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Judge Caprio announces he has pancreatic cancer

The judge, widely known for the “Caught in Providence” TV show, recently turned 87, and in an emotional video he asks people to pray for him

In October 2017, Judge Frank Caprio speaks to a defendant during his morning session inside Municipal Court at the Providence Police StationJessica Rinaldi

PROVIDENCE — Frank Caprio Sr., the former chief judge of the Providence municipal court known for his nationally syndicated TV show “Caught in Providence,” on Wednesday announced in an emotional video that he has pancreatic cancer.

In a video posted on Facebook, Caprio said he recently celebrated his 87th birthday and received “wonderful messages” from people around the world.

But, he said, “This birthday is a little different than any other I have ever had. Quite recently, I was not feeling well and received a medical examination, and the report was not a good one.”

Caprio said he has been diagnosed with cancer of the pancreas, which he described as an “insidious form of cancer.” The video showed him hooked up to IVs, receiving medical treatment.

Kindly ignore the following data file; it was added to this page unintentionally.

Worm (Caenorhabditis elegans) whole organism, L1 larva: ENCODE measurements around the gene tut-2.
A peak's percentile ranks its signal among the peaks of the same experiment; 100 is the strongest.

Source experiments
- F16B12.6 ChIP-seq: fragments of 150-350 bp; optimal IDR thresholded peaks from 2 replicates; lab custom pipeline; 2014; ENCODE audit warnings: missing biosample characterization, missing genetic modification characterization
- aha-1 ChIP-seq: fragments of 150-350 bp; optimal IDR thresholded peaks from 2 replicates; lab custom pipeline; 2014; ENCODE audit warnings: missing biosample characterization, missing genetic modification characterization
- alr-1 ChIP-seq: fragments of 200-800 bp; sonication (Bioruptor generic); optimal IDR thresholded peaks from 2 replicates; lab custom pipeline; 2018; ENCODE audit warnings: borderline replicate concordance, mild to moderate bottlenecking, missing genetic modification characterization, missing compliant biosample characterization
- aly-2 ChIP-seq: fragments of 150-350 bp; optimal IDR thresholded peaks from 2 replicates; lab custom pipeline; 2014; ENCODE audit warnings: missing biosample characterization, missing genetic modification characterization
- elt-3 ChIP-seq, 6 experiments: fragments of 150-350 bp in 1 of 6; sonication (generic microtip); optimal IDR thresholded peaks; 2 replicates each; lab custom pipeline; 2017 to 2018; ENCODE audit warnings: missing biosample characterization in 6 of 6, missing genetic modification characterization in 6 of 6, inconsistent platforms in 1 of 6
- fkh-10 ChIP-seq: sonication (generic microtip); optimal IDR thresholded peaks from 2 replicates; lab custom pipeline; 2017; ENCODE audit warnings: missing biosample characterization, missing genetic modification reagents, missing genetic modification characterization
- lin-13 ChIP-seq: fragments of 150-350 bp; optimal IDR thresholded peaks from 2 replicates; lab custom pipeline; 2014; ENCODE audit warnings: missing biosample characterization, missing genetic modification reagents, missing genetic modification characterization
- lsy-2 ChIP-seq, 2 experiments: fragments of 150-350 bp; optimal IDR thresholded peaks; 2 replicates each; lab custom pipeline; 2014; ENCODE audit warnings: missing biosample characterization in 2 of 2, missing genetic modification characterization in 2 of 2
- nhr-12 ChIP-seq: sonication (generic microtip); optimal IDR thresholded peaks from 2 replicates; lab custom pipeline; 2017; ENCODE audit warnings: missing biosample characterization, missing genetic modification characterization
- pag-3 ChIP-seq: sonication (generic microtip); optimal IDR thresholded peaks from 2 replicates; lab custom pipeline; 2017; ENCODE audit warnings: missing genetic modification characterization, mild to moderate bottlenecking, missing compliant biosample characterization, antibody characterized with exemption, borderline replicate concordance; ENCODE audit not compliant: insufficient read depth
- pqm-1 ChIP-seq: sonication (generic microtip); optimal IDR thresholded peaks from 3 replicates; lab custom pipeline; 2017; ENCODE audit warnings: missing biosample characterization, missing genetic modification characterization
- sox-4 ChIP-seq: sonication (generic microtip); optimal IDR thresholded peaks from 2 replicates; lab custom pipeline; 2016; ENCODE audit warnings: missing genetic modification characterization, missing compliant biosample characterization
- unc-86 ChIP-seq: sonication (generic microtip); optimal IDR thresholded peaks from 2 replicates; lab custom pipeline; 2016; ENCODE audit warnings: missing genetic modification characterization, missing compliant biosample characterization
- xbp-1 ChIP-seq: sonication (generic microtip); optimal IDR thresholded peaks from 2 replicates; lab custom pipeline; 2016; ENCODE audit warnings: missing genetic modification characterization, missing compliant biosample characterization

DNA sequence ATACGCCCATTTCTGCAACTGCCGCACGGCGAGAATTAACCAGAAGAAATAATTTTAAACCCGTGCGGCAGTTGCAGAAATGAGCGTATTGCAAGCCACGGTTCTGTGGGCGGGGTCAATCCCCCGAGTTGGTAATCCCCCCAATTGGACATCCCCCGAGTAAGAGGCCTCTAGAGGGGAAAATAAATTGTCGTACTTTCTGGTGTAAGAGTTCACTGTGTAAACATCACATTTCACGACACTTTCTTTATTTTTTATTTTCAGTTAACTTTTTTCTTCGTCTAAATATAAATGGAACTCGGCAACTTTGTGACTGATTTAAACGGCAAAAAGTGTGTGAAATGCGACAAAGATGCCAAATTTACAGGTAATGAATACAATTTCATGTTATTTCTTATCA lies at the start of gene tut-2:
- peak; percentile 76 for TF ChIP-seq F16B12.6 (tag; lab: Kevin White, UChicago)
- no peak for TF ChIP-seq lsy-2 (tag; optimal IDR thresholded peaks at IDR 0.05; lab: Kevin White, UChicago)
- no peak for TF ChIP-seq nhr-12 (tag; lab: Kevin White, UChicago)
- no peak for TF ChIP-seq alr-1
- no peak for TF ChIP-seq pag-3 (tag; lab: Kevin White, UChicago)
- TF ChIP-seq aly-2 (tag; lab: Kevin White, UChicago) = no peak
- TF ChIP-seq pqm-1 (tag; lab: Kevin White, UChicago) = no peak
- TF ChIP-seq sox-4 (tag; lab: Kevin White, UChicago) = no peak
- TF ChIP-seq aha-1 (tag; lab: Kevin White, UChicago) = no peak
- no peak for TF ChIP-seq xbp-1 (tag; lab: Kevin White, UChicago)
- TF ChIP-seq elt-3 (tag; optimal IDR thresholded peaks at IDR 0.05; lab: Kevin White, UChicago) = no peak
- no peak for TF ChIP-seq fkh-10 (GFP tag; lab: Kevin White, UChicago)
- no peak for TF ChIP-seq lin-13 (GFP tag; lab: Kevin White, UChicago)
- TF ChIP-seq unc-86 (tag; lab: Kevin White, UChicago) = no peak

He said he was being treated by a “wonderful team of doctors” in Rhode Island, and at the Dana-Farber Cancer Institute in Boston.

“I pray that God guides their thoughts and their hands in their treatment of me,” Caprio said. “I know this is a long road, and I am fully prepared to fight as hard as I can.”

He said people have been asking him what they can do for him. And he said, “I would ask each of you in your own way to please pray for me. I am in need of the power of prayer, which I believe in addition to the medical treatment that I’m receiving is the most powerful weapon to help me survive this.”

Choking up, Caprio said, “Just knowing you were keeping me in your thoughts means the world to me.”

In January, Caprio confirmed that was stepping aside from his role as chief judge to become chief judge emeritus, but he said he wasn’t planning to fully retire from the part-time role that made him a star — “Caught in Providence” — the show where he forgives parking tickets and imparts wisdom to city residents. The show airs regularly on the Law & Crime network.


He and his wife Joyce Caprio have five children, including former state treasurer Frank T. Caprio and former state representative David A. Caprio.

Edward Fitzpatrick can be reached at edward.fitzpatrick@globe.com. Follow him @FitzProv.